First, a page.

The statistics from the 2005 NASA study also raise a concern about the purpose of the American lawn.  Do we want to continue to expend precious resources on solely lawn aesthetics, or do we want our lawn be more than just a pretty face? Not only can our lawns play a role in helping our ecosystems function better, but they can also serve a gastronomical purpose. The edible landscape movement is growing rapidly across the nation. This link provided by the NCSU Extension offers ways that the individual homeowner can seamlessly incorporate edibles into his or her landscape. Should you prefer to be more bold in your approach to incorporating edibles into your landscape you can put a beautiful vegetable garden in your front lawn. Vegetables can be beautiful and delicious! Recently the nursery business has realized the potential of kale and chard in adding color to a winter landscape. New ornamental varieties of kale, chard are increasingly becoming available in nurseries throughout the U.S. For more information on how to tend a beautiful and organic vegetable garden, you can visit the “Growing Small Farms” website through the NCSU Cooperative Extension.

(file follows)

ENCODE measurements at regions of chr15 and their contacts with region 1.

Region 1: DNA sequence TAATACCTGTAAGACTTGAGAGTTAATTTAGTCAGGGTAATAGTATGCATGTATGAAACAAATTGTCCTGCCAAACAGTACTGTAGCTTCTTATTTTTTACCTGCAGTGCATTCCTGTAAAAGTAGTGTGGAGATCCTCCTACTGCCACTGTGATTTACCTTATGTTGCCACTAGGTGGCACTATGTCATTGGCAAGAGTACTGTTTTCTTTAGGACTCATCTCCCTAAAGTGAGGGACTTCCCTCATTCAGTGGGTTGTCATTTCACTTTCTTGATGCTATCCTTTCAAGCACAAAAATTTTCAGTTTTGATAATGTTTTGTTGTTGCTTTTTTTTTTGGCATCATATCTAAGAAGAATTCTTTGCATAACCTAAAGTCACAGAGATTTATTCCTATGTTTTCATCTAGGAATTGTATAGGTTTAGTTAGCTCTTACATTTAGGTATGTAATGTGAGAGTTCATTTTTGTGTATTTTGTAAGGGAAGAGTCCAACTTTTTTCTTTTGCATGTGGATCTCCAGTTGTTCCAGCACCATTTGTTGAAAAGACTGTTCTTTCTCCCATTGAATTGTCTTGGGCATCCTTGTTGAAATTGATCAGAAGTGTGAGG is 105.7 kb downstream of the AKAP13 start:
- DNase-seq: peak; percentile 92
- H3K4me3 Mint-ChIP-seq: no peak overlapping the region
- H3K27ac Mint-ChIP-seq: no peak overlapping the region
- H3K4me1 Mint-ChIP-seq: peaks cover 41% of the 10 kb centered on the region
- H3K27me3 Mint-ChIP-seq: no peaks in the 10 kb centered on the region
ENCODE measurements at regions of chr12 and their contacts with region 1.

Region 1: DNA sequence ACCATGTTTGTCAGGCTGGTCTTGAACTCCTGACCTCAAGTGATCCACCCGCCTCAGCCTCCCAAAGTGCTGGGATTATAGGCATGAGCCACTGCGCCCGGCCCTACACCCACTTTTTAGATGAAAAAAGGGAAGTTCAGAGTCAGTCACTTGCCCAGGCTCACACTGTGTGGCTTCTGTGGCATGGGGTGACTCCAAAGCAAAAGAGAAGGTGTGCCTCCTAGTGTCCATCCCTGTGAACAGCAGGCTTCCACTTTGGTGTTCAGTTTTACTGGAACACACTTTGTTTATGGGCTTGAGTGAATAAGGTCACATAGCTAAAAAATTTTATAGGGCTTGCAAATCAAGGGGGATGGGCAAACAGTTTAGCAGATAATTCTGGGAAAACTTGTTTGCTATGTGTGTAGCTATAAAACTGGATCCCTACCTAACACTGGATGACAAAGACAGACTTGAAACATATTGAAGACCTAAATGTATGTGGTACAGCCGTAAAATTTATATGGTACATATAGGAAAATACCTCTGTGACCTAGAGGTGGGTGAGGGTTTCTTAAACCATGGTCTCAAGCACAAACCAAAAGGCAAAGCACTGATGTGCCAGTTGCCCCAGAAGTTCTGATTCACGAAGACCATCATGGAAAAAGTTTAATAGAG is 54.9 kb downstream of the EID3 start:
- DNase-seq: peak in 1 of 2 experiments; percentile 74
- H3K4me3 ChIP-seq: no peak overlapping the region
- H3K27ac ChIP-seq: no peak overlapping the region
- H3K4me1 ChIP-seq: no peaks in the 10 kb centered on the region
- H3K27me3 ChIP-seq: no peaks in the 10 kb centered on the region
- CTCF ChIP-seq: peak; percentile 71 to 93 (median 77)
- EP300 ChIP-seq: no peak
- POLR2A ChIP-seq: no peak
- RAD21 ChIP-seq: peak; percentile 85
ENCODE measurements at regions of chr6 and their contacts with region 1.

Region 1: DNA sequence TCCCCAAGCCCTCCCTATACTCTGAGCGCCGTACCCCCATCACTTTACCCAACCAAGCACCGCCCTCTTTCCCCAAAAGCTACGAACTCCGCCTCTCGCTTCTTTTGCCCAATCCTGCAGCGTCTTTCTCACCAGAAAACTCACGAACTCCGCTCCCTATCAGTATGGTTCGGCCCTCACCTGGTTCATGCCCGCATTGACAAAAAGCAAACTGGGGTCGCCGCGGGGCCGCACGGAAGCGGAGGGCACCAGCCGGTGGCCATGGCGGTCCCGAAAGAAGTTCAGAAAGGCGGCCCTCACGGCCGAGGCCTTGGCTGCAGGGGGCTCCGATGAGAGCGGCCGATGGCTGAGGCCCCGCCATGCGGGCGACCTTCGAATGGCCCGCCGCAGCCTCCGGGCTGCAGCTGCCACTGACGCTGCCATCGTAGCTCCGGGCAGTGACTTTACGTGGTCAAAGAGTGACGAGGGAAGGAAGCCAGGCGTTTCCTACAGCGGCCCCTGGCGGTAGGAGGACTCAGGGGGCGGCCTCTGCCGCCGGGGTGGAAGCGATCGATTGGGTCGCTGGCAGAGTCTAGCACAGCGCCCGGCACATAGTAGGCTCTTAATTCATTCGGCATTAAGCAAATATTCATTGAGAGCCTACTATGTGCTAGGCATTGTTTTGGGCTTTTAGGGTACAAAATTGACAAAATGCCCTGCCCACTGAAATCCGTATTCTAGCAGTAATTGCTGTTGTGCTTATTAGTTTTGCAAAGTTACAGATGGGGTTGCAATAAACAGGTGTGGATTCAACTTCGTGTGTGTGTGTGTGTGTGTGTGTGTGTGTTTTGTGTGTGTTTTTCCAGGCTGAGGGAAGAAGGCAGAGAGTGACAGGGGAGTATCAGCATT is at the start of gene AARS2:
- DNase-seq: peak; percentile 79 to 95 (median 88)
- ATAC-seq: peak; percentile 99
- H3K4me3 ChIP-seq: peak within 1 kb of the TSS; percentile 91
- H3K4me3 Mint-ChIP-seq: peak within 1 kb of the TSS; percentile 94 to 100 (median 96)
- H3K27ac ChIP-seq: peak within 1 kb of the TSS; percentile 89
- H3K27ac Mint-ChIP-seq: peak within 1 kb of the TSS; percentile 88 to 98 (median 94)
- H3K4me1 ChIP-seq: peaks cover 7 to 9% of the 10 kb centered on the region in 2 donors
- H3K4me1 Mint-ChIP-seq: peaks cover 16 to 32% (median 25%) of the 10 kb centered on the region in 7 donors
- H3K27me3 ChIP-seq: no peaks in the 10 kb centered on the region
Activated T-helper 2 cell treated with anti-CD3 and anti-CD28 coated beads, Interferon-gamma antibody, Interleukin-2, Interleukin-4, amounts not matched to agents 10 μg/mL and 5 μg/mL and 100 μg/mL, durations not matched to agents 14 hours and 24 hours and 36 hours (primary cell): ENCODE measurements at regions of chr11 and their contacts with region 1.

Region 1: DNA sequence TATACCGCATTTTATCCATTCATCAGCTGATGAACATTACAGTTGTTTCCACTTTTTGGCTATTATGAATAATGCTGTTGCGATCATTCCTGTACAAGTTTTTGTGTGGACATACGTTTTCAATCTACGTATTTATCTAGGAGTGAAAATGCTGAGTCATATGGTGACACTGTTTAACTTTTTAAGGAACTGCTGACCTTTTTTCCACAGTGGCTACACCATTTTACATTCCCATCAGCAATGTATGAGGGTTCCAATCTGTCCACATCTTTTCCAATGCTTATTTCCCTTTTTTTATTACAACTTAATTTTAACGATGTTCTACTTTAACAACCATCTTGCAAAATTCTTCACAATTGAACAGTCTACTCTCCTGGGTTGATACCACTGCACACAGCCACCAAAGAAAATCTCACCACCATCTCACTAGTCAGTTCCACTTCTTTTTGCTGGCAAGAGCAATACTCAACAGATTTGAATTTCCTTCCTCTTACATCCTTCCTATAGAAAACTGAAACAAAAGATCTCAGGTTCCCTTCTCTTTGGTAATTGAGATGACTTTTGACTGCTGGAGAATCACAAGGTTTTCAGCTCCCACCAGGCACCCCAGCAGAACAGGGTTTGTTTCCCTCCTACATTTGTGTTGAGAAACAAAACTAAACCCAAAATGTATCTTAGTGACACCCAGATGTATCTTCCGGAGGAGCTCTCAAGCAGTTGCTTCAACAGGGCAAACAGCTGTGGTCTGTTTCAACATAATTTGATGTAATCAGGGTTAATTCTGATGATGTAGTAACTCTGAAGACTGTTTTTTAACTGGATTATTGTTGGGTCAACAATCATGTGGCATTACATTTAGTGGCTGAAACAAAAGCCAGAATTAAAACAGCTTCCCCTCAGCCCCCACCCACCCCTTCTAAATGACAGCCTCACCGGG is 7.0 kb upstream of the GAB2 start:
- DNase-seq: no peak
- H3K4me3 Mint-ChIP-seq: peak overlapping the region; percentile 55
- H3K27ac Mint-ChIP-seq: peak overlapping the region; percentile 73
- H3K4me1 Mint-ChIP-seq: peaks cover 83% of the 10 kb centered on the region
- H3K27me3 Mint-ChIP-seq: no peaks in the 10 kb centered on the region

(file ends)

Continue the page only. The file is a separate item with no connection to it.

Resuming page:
As the human population on our planet grows, and as our limited natural resources increase in demand, we need to be wiser about how we use our natural resources and impact the environments around us. As homeowners and landscapers, we can make a difference by altering the management of our landscapes in small but meaningful ways. Let us together change our landscapes, so that they serve a purpose beyond our property lines. Let us make purposeful landscapes that create both a healthier planet and a healthier people.

1 Milesi, C. NASA. “Looking for Lawns.” http://earthobservatory.nasa.gov/Features/Lawn/. November 2005.